30. Similar is the petition, Ex. B-7 i.e., I. A. No. 709 of 1957, dated 30-3-. 1957. So the time should be considered to commence from 30-3-1957.
31. In Ex. B-12, I. A. No. 289 of 1959, dated 27-1-1959, in paragraph (9) the insolvent, K. Venkataratnam, stated thus:--
'..... The amount due to the CanaraIndustrial Syndicate Bank Ltd. Guntur under the preliminary decree passed in O. S. No. 163 of 1952 on the file of the Sub-court, Guntur. amounts to Rs. 15,000. After deducting the amount due to the secured creditor there will not be sufficient assets to enable a distribution at any rate over and above 3 Annas in a rupee. .... The creditors Nos. 1 to30 have expressed their willingness to the terms proposed hereto before and to discharge the petitioner from all liability.'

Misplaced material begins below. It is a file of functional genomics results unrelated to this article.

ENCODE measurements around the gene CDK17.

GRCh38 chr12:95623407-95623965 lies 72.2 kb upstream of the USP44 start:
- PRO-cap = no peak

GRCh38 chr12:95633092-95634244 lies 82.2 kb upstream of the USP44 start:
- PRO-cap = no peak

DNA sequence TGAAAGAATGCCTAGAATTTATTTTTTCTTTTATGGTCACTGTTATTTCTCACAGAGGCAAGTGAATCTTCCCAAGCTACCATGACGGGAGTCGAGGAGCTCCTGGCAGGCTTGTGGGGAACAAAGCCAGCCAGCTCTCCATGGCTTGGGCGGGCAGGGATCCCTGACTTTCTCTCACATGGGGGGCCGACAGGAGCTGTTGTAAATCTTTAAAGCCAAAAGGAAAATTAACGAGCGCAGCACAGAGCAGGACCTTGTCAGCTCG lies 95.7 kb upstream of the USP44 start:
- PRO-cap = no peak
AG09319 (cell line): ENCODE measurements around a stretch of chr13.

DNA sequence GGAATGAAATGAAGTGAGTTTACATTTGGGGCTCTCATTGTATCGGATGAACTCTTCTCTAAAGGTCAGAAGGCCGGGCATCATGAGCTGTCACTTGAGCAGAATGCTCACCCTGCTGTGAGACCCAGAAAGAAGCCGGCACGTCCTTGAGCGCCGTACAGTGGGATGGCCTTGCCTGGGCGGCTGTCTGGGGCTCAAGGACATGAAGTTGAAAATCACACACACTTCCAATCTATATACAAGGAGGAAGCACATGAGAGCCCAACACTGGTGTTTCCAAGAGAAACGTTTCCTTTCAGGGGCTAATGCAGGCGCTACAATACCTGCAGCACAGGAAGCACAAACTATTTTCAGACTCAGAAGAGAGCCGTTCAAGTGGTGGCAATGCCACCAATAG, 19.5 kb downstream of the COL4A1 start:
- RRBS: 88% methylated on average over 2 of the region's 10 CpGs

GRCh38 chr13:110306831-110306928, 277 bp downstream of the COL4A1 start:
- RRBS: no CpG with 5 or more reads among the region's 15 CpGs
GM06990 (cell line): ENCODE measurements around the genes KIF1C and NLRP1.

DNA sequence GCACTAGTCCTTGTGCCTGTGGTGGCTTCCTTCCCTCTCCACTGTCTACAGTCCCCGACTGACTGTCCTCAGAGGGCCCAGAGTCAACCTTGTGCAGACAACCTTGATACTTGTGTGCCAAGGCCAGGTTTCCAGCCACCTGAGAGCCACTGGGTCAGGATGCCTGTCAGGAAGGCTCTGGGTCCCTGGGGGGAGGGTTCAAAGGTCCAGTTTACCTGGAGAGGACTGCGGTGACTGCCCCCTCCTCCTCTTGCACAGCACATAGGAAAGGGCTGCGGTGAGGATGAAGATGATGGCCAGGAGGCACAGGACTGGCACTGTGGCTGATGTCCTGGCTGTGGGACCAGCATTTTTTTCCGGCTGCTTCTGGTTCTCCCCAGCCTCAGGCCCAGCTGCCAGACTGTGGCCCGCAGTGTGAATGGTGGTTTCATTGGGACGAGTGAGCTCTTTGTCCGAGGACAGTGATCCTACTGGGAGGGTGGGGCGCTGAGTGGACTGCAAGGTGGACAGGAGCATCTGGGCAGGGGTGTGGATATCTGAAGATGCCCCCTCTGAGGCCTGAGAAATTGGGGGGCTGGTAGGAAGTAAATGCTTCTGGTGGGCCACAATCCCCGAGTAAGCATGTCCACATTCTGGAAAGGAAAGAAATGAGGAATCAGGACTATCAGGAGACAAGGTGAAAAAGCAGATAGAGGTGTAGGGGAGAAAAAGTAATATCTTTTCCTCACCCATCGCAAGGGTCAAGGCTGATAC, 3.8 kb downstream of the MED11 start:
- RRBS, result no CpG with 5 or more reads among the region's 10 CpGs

This is clear admission of his liability to the respondent-Bank and amounts to an acknowledgment. The limitation, therefore, commenced to run from 27-1-1959.
32. Exs. B-4 and B-7 which make a reference to the earlier petitions filed, wherein the acknowledgment has been made, serve as acknowledgments within meaning of Section 19 of the Limitation Act, in view of the decision of the Madras High Court in : AIR1963Mad403 .